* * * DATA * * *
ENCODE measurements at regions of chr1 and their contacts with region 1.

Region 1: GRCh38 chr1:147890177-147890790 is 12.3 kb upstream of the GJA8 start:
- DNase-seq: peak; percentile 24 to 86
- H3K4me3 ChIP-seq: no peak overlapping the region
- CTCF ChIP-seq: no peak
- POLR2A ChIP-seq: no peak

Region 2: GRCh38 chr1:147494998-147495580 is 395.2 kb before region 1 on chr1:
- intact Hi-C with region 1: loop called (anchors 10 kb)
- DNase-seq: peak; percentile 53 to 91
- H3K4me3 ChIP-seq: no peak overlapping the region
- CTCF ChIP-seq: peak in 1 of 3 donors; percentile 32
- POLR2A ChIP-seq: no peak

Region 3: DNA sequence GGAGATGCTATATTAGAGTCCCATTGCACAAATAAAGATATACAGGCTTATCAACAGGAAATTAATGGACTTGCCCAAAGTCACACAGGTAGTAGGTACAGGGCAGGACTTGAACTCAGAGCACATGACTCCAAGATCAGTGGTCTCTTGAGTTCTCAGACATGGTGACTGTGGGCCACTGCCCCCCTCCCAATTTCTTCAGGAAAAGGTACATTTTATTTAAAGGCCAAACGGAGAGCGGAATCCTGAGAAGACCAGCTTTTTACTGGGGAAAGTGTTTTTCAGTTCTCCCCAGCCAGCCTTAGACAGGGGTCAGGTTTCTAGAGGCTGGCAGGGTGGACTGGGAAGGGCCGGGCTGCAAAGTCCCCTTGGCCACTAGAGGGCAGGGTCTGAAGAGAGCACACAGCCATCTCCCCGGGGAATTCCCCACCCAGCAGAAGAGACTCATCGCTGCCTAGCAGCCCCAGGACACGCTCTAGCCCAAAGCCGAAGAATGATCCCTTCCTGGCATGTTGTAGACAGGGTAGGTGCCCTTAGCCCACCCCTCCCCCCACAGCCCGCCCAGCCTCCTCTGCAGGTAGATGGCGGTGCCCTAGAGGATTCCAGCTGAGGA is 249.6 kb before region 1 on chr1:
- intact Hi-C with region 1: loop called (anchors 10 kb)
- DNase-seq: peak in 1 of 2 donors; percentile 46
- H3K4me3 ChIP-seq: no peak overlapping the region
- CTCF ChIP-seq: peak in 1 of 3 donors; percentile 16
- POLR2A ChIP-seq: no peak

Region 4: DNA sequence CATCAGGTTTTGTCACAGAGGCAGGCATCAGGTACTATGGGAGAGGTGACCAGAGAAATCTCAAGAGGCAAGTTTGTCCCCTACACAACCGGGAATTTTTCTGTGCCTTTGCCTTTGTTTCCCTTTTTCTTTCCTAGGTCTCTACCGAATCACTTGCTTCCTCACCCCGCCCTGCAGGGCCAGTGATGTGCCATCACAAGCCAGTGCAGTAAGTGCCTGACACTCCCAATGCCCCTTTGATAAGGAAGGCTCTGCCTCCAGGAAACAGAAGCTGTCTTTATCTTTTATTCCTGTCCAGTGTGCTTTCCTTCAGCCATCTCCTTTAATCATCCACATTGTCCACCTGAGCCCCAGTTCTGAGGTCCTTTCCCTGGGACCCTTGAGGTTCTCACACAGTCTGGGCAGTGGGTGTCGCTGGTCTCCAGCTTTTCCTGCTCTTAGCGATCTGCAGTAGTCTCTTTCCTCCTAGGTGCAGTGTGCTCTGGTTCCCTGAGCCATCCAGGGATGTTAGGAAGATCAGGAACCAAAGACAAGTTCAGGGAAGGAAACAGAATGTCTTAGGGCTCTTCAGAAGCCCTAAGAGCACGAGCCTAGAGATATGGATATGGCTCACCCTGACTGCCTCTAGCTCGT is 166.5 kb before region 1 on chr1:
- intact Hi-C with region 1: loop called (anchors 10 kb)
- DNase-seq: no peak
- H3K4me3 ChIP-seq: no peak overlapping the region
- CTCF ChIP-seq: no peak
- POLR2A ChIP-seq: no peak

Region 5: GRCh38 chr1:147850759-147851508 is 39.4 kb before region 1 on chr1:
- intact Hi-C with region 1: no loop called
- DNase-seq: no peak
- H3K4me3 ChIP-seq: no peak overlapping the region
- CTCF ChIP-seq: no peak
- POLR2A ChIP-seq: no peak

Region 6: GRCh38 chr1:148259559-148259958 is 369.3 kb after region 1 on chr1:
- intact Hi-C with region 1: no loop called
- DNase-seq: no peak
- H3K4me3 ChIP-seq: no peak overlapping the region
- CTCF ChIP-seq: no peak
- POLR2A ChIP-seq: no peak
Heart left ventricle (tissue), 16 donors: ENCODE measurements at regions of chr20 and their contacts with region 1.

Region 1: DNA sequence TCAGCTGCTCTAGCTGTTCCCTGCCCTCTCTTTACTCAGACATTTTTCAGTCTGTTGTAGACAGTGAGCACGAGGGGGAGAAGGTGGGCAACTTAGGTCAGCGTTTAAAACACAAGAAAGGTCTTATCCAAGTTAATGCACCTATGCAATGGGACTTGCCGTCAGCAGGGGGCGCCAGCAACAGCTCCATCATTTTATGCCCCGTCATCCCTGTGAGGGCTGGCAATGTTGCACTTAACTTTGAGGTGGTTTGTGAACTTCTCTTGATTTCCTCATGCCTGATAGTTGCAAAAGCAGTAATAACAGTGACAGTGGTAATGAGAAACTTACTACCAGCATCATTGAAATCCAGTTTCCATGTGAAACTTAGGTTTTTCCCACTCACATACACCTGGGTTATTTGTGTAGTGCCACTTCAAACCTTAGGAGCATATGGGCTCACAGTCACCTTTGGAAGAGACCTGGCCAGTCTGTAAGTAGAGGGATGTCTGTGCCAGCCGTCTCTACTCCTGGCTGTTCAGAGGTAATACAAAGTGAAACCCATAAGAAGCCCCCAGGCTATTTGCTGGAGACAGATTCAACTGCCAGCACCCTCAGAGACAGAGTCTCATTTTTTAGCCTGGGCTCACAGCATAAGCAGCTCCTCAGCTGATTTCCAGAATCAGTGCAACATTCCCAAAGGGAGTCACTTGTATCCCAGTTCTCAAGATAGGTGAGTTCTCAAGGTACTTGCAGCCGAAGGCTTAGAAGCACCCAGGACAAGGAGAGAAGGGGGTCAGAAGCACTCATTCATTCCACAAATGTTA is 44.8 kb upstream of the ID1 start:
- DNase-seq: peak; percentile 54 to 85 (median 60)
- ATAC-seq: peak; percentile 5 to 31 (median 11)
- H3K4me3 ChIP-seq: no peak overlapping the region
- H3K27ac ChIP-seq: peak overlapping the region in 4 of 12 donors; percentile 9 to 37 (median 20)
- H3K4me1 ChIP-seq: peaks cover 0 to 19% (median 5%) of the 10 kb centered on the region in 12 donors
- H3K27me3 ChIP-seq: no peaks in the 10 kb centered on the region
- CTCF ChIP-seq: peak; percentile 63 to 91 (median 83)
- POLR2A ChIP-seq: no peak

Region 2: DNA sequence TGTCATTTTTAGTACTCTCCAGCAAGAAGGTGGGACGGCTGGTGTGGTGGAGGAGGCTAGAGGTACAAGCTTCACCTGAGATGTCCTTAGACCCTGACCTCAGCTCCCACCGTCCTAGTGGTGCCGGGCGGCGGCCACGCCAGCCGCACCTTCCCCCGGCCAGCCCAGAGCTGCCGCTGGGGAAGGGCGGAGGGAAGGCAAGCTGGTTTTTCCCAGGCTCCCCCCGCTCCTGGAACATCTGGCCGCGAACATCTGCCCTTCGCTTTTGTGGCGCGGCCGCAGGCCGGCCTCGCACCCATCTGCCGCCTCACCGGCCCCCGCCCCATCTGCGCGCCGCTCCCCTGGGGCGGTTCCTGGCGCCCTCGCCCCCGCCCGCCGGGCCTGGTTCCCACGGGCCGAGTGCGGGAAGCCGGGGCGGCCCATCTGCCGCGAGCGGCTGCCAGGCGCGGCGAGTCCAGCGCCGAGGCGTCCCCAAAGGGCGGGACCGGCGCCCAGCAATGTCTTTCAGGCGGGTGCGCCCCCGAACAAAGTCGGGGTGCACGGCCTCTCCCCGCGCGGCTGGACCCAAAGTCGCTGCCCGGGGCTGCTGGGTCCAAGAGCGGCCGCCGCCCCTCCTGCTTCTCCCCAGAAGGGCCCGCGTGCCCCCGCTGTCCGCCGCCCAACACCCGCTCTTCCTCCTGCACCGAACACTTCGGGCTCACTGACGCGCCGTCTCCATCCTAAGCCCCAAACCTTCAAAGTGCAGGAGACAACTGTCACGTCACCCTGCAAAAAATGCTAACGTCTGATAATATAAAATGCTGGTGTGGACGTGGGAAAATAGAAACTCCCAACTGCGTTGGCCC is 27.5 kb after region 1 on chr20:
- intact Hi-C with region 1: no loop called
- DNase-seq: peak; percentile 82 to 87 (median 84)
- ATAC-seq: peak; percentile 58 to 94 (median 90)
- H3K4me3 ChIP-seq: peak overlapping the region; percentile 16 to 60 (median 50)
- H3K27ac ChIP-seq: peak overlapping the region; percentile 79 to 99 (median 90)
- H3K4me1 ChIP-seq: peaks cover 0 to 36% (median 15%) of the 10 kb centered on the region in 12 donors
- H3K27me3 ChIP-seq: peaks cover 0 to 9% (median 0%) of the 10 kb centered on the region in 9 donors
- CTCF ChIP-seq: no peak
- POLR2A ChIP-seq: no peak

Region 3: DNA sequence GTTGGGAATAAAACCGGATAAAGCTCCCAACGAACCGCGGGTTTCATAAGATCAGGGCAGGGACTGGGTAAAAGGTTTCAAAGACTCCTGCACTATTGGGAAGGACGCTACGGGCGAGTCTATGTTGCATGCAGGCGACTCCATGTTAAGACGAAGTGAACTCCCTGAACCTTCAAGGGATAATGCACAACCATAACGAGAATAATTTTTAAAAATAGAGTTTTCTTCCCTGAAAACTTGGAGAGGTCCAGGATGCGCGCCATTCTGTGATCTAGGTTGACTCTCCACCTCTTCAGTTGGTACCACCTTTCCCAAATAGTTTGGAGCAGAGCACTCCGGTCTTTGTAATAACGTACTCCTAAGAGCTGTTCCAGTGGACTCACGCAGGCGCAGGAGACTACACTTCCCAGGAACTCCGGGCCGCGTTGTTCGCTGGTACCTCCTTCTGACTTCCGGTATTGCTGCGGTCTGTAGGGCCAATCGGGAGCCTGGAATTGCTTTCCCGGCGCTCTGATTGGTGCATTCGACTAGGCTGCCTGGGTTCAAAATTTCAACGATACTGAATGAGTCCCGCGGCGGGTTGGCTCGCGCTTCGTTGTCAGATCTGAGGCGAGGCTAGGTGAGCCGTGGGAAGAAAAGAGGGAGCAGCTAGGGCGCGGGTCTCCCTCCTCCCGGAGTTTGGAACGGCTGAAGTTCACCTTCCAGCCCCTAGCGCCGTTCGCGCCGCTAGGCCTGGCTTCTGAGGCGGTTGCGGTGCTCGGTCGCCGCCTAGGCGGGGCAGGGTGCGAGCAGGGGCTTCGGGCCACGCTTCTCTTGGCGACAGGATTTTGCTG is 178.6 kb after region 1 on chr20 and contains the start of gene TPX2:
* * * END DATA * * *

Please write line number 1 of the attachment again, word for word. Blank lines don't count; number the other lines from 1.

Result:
ENCODE measurements at regions of chr1 and their contacts with region 1.